With that in mind tell me … do you write poetry? Have you read anything that gets you excited about poetry? Or do you detest poetry – please tell me why! Of course, if that’s the case you probably didn’t make it this far. 😉 

 

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9 Comments Add yours

  1. DMGbyrnes says:

    I’ve loved poetry since I can remember. Two poets whose words I first fell in love with were Robert Frost and Dorothy Parker, though I feel sure there were others. I wrote a LOT of poetry in high school, it seemed the only way I could attempt to understand my life at the time and what had happened in it up until that point. I always return when a line catches me, though lately I’ve been trying to make it more of a weekly thing. Trying to write at least one poem and one short story every week; not always doing both, but usually one or the other so far! It’s a start.

    Some of those articles look pretty interesting, thank you so much for sharing!I hope you will be sure to keep writing your poetry, it’s the only way you will get better. Plus, who cares? Enjoy. If you want to make something “good” or “good enough” to send somewhere later, that’s fine, but initially, write for you. Thanks so much for this post, Kat!

    Liked by 1 person

    1. Kat says:

      Thank you for your encouragement! I like the goals you have. I need to set up better structure after I finish my MFA program, and that sounds like a doable plan!

      Liked by 1 person

      1. DMGbyrnes says:

        Of course! Any time 🙂 Thank you. I find I do much better with a ready list of goals to be working on or else I feel like I’m stagnating. As I said, I don’t always meet them, but I feel like I’m moving in the right direction. Good luck!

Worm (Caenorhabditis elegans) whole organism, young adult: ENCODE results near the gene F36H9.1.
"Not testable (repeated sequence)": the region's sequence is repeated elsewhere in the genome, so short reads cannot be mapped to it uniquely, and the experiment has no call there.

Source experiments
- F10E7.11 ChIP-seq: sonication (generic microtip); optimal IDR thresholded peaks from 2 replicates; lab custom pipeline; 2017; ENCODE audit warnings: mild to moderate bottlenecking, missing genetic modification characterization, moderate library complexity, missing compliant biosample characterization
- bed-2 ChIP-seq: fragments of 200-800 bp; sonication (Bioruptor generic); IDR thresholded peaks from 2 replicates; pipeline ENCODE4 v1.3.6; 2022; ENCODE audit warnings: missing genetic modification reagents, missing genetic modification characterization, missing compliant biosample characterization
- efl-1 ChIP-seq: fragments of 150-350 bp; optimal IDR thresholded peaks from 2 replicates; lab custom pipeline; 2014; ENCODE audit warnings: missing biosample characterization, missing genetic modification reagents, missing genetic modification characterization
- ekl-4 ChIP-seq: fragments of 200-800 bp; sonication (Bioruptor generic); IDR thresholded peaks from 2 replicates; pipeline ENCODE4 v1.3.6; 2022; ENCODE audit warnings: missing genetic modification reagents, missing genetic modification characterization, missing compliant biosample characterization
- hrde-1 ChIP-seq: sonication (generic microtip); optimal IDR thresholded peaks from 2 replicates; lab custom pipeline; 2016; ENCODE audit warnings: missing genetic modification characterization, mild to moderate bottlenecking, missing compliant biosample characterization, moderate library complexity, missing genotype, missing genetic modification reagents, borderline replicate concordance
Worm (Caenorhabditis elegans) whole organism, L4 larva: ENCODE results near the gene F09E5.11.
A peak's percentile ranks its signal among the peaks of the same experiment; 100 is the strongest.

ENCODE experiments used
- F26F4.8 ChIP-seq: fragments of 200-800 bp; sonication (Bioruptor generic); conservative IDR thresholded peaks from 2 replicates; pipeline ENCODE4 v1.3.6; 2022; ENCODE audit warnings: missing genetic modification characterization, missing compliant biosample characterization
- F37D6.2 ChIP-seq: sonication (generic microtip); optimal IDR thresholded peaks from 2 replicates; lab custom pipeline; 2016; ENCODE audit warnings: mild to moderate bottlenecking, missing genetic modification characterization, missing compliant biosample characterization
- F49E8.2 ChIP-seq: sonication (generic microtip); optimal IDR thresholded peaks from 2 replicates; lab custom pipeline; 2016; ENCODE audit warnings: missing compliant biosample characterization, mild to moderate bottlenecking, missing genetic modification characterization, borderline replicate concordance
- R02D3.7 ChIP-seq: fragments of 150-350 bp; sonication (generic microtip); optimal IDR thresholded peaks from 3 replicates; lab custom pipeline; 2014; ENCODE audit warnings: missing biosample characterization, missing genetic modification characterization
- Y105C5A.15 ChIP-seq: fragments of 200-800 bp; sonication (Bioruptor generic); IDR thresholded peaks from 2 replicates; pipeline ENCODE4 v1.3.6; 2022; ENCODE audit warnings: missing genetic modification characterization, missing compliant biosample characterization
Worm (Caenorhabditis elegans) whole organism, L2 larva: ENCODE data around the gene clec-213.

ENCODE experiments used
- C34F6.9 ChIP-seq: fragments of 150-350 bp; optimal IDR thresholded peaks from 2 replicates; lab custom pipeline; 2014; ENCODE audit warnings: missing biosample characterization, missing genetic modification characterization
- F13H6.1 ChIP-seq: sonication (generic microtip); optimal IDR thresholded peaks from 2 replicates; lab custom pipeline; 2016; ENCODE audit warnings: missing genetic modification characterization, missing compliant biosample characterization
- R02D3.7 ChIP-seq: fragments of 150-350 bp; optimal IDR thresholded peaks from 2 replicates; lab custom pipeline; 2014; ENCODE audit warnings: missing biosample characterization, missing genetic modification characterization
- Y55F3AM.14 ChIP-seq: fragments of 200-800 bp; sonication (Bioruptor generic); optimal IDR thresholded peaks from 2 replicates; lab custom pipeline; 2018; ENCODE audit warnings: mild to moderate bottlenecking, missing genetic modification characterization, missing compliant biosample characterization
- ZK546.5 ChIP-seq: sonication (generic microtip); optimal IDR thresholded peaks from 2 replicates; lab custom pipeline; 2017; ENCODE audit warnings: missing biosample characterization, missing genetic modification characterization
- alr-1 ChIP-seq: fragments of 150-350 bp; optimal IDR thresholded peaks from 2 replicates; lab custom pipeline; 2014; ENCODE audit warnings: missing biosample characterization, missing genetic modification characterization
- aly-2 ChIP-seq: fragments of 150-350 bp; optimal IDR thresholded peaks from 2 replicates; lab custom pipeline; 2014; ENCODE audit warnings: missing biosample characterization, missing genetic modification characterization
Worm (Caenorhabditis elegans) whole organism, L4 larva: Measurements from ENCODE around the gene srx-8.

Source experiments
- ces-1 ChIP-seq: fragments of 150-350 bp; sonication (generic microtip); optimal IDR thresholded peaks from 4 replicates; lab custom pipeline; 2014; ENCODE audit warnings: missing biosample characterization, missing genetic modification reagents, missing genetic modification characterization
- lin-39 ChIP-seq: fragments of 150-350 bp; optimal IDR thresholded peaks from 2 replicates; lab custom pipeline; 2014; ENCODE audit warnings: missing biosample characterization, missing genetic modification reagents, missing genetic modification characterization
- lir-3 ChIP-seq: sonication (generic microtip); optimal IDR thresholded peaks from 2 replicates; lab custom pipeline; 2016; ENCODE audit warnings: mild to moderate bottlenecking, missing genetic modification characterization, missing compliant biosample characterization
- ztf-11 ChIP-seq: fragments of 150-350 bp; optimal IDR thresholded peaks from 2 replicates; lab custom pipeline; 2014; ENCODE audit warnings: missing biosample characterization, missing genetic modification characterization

Liked by 1 person

  2. vhosking says:

    I know what you mean about stopping conversation. People look at me as if I’m alien when I say I write poetry.

    Liked by 1 person

    1. Kat says:

      Viva las aliens! 🙂

      Liked by 1 person

  3. S.K. Lamont says:

    Oh wow, Kat! I LOVE reading poetry and occasionally write bad poetry, but I totally get the ‘what’s the point’ vibe. I do think as a writer it just sort of leaks out anyway, so thanks for the handy links. I’m going to bookmark this and maybe dip a toe in and see what happens. Thanks for sharing!

    Liked by 1 person

    1. Kat says:

      Thanks, SK! You never know … sometimes we start with a toe and end up swimming. =)

      Like

  4. James Stack says:

    I know the feeling of not being able to help myself, or sitting down and the poem flows out. I also know the feeling of the poem being crap – but those I then save as “ideas” and go back to them and see if something can be made of them. But then I’ve had more poems accepted for publication than stories, so maybe they aren’t all bad. Funny how I think the ones that are super are usually not the ones accepted, but the one I added at the last minute because they would accept more than I had offered. It is so subjective. And, yes, I love poetry. Thanks for posting this.

    Liked by 1 person